Imagine seeing one restaurant in six disappear from your town. Or one in every six authors giving up their pens. Or one in six football teams hanging up their boots.
That is what has happened to France’s wine industry over the last decade. According to a Vitisphere report, the latest agricultural census reveals that where there were 70,000 wine estates in 2010, by 2020, that number had fallen to 59,000.
In other words, every eight hours, seven days a week, a domaine owner – usually a family – decides to stop working as an independent enterprise. Some of these bottle and distribute their own wine; most sell wine or grapes to a merchant or cooperative.
Average landholdings have grown to 19ha – three more than in 2020. In Nouvelle-Aquitaine, the administrative region that includes Bordeaux and AOPs such as Bergerac, Buzet, Côtes du Marmandais, Côtes de Duras, Madiran, Jurançon, Brulhois, Irouleguy, Pecharmant, as well as Cognac and IGP Atlantique, estates now cover 37ha, nine more than a decade earlier.
The reduction in the number of wine estates merely reflects trends affecting an entire French agricultural sector which, despite the annual launch of 14,000 independent farms, has lost 100,000 – 21% of the total – over the ten years. The economies of scale affect almost all farmers, along with challenges of distribution and staffing. Larger enterprises simply make more economic sense - apart from the rare exceptions that can charge premium prices for the limited-production fruits of their labour.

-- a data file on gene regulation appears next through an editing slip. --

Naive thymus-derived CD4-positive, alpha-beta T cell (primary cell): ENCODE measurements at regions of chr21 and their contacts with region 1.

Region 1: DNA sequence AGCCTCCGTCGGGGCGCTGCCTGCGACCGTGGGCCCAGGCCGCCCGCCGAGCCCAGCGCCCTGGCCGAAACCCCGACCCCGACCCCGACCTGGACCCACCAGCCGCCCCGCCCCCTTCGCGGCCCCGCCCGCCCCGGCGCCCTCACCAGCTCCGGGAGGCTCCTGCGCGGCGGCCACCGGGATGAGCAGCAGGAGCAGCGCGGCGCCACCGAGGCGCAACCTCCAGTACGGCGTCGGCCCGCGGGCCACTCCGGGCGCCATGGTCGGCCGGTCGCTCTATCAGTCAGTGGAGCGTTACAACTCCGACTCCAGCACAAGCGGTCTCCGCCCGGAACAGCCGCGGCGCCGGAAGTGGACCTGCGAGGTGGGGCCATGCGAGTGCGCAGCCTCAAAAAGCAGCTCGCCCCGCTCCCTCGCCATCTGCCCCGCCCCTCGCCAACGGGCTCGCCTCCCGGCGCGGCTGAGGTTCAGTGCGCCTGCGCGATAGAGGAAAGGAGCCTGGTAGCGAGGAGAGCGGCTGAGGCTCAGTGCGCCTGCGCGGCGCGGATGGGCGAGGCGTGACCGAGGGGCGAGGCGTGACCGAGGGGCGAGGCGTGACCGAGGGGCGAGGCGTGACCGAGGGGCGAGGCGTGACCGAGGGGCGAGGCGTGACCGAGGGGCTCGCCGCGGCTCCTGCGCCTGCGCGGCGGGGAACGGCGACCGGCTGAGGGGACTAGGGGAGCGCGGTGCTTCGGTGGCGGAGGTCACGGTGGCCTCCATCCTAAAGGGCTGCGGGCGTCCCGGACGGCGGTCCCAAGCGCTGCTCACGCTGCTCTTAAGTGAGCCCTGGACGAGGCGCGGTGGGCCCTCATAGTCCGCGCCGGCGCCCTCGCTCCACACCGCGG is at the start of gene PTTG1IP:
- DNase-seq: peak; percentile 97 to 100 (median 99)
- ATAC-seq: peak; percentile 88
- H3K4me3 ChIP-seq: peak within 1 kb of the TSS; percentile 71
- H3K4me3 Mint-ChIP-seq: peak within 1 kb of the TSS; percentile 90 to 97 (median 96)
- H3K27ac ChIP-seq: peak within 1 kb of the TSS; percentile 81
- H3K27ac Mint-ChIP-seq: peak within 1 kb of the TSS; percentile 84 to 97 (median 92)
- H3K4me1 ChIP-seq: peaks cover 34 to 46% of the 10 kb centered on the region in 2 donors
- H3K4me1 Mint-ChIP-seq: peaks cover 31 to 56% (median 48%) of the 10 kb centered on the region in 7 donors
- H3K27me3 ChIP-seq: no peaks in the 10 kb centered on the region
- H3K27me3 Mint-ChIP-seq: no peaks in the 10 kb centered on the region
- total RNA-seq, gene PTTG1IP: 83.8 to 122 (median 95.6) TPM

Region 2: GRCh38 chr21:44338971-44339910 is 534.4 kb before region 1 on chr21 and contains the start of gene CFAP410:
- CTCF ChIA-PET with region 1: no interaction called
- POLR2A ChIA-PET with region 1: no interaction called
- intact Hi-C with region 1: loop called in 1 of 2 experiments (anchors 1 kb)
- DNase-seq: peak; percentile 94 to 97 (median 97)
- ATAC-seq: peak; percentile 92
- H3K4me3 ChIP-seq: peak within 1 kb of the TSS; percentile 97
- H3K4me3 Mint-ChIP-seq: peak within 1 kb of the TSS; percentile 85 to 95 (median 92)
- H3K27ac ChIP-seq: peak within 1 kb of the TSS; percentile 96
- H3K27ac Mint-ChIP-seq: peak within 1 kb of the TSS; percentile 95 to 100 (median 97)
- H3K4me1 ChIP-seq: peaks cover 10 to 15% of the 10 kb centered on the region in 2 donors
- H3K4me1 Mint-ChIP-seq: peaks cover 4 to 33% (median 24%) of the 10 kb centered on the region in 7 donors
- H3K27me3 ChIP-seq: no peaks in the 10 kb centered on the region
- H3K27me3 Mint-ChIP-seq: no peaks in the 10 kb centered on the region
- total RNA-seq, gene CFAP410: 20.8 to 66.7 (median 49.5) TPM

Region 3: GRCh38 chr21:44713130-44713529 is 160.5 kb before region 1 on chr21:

Today, one in four French farmers is aged over 60, five percent more than in 2020. While the percentage who are under 40 remains stable at 20 percent, this obviously remains a concern for a government that wants to see 20,000 new farms being set up per year.
The trend has clear long-term implications. Historically, many wine estates relied almost exclusively on family members to tend the vines. As they continue to expand, estates are increasingly going to need to employ workers who are not easy to recruit, or rely on automation. Agricultural futurists struggle to predict how many independent French grape farmers and wine producers there will be when the next census is conducted, let alone the one in 2050, but there is no doubt that the numbers will be a lot smaller than today, 59,000. And what is happening in France is echoed in other traditional European wine regions.
We will analyse the detailed regional breakdown when it is published next year.